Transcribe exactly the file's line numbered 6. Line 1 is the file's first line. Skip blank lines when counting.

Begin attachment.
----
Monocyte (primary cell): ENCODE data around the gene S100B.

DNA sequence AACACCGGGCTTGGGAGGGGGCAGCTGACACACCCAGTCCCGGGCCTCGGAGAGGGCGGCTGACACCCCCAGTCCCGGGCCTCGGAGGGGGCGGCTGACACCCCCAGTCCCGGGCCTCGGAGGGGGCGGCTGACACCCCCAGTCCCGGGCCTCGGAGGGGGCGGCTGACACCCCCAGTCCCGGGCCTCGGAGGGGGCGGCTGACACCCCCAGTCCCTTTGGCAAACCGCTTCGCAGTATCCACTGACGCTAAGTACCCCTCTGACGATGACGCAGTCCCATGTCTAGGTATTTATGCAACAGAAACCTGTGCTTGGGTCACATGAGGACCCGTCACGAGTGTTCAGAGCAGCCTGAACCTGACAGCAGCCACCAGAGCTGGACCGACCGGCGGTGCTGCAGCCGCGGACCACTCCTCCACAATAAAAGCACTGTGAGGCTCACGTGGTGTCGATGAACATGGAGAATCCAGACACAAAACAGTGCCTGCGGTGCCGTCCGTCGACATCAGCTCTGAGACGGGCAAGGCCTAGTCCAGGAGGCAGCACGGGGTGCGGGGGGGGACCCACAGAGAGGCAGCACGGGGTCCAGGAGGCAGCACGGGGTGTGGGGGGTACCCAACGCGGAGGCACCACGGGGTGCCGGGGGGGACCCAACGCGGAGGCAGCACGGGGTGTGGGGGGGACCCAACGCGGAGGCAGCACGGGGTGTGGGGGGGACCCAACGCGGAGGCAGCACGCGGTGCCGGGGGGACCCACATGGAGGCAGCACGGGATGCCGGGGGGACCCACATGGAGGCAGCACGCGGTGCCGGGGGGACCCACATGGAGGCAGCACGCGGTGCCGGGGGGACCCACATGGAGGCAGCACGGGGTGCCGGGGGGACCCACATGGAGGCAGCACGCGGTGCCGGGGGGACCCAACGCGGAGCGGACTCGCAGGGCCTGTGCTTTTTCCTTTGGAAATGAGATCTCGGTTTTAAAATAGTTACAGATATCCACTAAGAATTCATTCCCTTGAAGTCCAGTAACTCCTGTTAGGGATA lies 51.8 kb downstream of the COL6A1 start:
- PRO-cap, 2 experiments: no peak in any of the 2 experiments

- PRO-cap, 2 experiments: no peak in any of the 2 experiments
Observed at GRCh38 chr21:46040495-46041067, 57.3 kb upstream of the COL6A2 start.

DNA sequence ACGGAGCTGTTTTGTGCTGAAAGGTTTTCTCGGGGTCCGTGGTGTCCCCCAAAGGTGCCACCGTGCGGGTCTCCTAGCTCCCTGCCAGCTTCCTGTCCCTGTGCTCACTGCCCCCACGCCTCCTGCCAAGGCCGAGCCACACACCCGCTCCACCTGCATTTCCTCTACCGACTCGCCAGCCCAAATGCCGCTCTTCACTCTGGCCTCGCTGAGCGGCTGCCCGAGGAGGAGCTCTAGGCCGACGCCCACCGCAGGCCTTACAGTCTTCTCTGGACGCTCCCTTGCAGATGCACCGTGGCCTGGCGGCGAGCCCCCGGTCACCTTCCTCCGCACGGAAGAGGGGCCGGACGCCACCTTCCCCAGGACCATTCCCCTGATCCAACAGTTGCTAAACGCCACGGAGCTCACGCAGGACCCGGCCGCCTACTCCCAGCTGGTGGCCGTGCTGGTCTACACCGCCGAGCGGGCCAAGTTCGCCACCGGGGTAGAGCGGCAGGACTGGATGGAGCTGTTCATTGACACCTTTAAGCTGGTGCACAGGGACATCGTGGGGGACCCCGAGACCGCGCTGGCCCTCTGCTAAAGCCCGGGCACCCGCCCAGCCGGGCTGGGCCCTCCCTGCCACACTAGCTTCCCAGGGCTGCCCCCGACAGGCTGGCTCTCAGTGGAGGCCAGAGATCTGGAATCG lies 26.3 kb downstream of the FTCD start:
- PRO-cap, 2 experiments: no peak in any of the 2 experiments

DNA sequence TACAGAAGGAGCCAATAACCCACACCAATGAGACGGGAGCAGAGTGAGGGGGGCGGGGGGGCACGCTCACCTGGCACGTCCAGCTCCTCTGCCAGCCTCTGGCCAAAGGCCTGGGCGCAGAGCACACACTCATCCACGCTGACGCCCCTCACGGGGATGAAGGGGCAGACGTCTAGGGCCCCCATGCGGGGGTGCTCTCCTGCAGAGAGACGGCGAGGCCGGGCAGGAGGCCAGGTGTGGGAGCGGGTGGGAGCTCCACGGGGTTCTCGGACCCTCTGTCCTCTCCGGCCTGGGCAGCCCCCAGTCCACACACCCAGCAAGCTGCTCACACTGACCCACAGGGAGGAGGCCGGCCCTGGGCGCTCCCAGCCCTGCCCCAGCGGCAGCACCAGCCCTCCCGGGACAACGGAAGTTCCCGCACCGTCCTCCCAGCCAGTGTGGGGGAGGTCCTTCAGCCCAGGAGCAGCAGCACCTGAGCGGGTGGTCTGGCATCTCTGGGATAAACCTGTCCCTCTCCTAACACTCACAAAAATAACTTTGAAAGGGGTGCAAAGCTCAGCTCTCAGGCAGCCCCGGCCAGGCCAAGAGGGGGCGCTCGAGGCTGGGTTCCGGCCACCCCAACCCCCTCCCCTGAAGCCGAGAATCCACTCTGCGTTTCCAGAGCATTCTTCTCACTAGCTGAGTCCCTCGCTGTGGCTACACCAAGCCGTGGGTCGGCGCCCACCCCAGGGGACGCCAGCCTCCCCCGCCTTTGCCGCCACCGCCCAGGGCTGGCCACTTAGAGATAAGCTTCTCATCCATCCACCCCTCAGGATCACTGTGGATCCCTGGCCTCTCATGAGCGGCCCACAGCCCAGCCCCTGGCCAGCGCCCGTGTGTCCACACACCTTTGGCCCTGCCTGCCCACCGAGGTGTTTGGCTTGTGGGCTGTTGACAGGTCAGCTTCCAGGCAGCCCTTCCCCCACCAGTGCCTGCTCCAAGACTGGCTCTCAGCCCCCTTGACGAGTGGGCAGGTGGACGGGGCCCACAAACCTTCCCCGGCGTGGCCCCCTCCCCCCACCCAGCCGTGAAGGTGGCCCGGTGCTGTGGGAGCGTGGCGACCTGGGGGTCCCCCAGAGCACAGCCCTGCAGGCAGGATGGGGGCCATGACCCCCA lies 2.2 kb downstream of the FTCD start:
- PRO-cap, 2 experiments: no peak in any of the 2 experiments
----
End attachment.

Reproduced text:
DNA sequence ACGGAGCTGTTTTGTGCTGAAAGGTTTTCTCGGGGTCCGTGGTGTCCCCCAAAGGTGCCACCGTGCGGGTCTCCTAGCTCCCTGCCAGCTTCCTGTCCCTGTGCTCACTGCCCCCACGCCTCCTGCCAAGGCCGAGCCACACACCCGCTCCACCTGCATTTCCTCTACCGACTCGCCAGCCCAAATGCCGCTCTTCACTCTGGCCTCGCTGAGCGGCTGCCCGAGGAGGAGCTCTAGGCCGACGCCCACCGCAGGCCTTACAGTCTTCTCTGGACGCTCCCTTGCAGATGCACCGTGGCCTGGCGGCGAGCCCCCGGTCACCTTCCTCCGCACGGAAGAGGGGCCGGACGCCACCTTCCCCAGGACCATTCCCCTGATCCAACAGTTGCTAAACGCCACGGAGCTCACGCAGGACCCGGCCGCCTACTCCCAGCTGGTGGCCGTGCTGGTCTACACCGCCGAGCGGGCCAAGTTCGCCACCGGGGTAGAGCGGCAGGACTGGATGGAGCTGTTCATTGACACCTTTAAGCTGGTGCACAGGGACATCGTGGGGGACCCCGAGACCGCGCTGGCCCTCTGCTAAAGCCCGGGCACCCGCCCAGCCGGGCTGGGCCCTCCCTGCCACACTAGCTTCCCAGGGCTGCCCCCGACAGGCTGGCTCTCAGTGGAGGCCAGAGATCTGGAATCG lies 26.3 kb downstream of the FTCD start: